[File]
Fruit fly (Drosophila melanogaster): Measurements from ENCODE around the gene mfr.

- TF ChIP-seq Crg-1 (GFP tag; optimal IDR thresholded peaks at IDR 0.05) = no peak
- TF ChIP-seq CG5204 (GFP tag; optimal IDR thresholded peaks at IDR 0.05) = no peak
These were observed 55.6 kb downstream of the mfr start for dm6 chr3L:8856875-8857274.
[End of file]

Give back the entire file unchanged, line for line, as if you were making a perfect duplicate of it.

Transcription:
Fruit fly (Drosophila melanogaster): Measurements from ENCODE around the gene mfr.

- TF ChIP-seq Crg-1 (GFP tag; optimal IDR thresholded peaks at IDR 0.05) = no peak
- TF ChIP-seq CG5204 (GFP tag; optimal IDR thresholded peaks at IDR 0.05) = no peak
These were observed 55.6 kb downstream of the mfr start for dm6 chr3L:8856875-8857274.